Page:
If thou hast put malice and evil speaking from thee, altogether, or in some degree: if thou hast put away from thee rashness, foulness of tongue, intemperance, sluggishness: if thou art not moved by what once moved thee, or in like manner as thou once wert moved—then thou mayest celebrate a daily festival, to-day because thou hast done well in this manner, to-morrow in that. How much greater cause is here for offering sacrifice, than if a man should become Consul or Prefect?
These things hast thou from thyself and from the Gods: only remember who it is that giveth them—to whom and for what purpose they were given. Feeding thy soul on thoughts like these, dost thou debate in what place happiness awaits thee? in what place thou shalt do God's pleasure? Are not the Gods nigh unto all places alike; see they not alike what everywhere comes to pass?
To each man God hath granted this inward freedom. These are the principles that in a house create love, in a city concord, among nations peace, teaching a man gratitude towards God and cheerful confidence, wherever he may be, in dealing with outward things that he knows are neither his nor worth striving after.
If you seek Truth, you will not seek to gain a victory by every possible means; and when you have found Truth, you need not fear being defeated.
What foolish talk is this? how can I any longer lay claim to right principles, if I am not content with being what I am, but am all aflutter about what I am supposed to be?
God hath made all things in the world, nay, the world itself, free from hindrance and perfect, and its parts for the use of the whole. Not other creature is capable of comprehending His administration thereof; but the reasonable being Man possesses faculties for the consideration of all these things—not only that he is himself a part, but what part he is, and how it is meet that the parts should give place to the whole. Nor is this all. Being naturally constituted noble, magnanimous, and free, he sees that the things which surround him are of two kinds. Some are free from hindrance and in the power of the will. Other are subject to hindrance, and depend on the will of other men. If then he place his own good, his own best interest, only in that which is free from hindrance and in his power, he will be free, tranquil, happy, unharmed, noble-hearted, and pious; giving thanks to all things unto God, finding fault with nothing that comes to pass, laying no charge against anything. Whereas if he place his good in outward things, depending not on the will, he must perforce be subject to hindrance and restraint, the slave of those that have power over the things he desires and fears; he must perforce be impious, as deeming himself injured at the hands of God; he must be unjust, as ever prone to claim more than his due; he must perforce be of a mean and abject spirit.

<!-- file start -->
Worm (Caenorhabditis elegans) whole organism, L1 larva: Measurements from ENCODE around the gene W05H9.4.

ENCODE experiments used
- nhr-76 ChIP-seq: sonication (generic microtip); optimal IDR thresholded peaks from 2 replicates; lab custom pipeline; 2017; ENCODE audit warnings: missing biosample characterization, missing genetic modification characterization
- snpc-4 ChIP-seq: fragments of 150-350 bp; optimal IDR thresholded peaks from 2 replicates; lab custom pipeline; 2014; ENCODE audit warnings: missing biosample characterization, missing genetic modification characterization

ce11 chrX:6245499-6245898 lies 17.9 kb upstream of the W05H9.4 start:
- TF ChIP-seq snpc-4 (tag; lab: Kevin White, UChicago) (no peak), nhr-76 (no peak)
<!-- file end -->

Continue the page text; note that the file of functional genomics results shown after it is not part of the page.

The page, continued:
Whom then shall I fear? the lords of the Bedchamber, lest they should shut me out? If they find me desirous of entering in, let them shut me out, if they will.
"Then why comest thou to the door?"
Because I think it meet and right, so long as the Play lasts, to take part therein.
"In what sense art thou then shut out?"
Because, unless I am admitted, it is not my will to enter: on the contrary, my will is simply that which comes to pass. For I esteem what God wills better than what I will. To Him will I cleave as His minister and attendant; having the same movements, the same desires, in a word the same Will as He. There is no such thing as being shut out for me, but only for them that would force their way in.
But what says Socrates?—"One man finds pleasure in improving his land, another his horses. My pleasure lies in seeing that I myself grow better day by day."
The dress is suited to the craft; the craftsman takes his name from the craft, not from the dress. For this reason Euphrates was right in saying, "I long endeavoured to conceal my following the philosophic life; and this profited me much. In the first place, I knew that what I did aright, I did not for the sake of lookers-on, but for my own. I ate aright—unto myself; I kept the even tenor of my walk, my glance composed and serene—all unto myself and unto God. Then as I fought alone, I was alone in peril. If I did anything amiss or shameful, the cause of Philosophy was not in me endangered; nor did I wrong the multitude by transgressing as a professed philosopher. Wherefore those that knew not my purpose marvelled how it came about, that whilst all my life and conversation was passed with philosophers without exception, I was yet none myself. And what harm that the philosopher should be known by his acts, instead of mere outward signs and symbols?"